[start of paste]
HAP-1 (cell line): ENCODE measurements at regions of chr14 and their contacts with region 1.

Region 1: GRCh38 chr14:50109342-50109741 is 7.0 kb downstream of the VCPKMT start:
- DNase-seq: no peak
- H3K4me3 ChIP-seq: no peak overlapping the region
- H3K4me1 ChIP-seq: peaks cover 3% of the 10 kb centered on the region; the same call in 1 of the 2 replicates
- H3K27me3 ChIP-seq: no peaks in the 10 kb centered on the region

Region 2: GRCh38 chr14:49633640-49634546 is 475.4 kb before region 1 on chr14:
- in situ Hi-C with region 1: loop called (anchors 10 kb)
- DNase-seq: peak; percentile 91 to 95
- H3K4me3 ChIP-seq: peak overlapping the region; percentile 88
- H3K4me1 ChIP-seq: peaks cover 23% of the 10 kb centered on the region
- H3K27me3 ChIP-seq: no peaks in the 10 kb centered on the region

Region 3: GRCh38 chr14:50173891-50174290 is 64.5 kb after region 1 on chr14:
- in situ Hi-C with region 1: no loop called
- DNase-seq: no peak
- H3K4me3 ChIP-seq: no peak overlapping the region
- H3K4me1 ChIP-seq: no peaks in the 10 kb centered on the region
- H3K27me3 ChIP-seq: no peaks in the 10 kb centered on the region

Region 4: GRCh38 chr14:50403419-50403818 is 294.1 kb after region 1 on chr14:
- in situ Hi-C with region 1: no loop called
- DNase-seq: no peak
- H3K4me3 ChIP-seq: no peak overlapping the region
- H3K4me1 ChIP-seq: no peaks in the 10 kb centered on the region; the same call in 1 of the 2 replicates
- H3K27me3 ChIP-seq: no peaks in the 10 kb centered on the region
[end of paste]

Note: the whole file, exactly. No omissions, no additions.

HAP-1 (cell line): ENCODE measurements at regions of chr14 and their contacts with region 1.

Region 1: GRCh38 chr14:50109342-50109741 is 7.0 kb downstream of the VCPKMT start:
- DNase-seq: no peak
- H3K4me3 ChIP-seq: no peak overlapping the region
- H3K4me1 ChIP-seq: peaks cover 3% of the 10 kb centered on the region; the same call in 1 of the 2 replicates
- H3K27me3 ChIP-seq: no peaks in the 10 kb centered on the region

Region 2: GRCh38 chr14:49633640-49634546 is 475.4 kb before region 1 on chr14:
- in situ Hi-C with region 1: loop called (anchors 10 kb)
- DNase-seq: peak; percentile 91 to 95
- H3K4me3 ChIP-seq: peak overlapping the region; percentile 88
- H3K4me1 ChIP-seq: peaks cover 23% of the 10 kb centered on the region
- H3K27me3 ChIP-seq: no peaks in the 10 kb centered on the region

Region 3: GRCh38 chr14:50173891-50174290 is 64.5 kb after region 1 on chr14:
- in situ Hi-C with region 1: no loop called
- DNase-seq: no peak
- H3K4me3 ChIP-seq: no peak overlapping the region
- H3K4me1 ChIP-seq: no peaks in the 10 kb centered on the region
- H3K27me3 ChIP-seq: no peaks in the 10 kb centered on the region

Region 4: GRCh38 chr14:50403419-50403818 is 294.1 kb after region 1 on chr14:
- in situ Hi-C with region 1: no loop called
- DNase-seq: no peak
- H3K4me3 ChIP-seq: no peak overlapping the region
- H3K4me1 ChIP-seq: no peaks in the 10 kb centered on the region; the same call in 1 of the 2 replicates
- H3K27me3 ChIP-seq: no peaks in the 10 kb centered on the region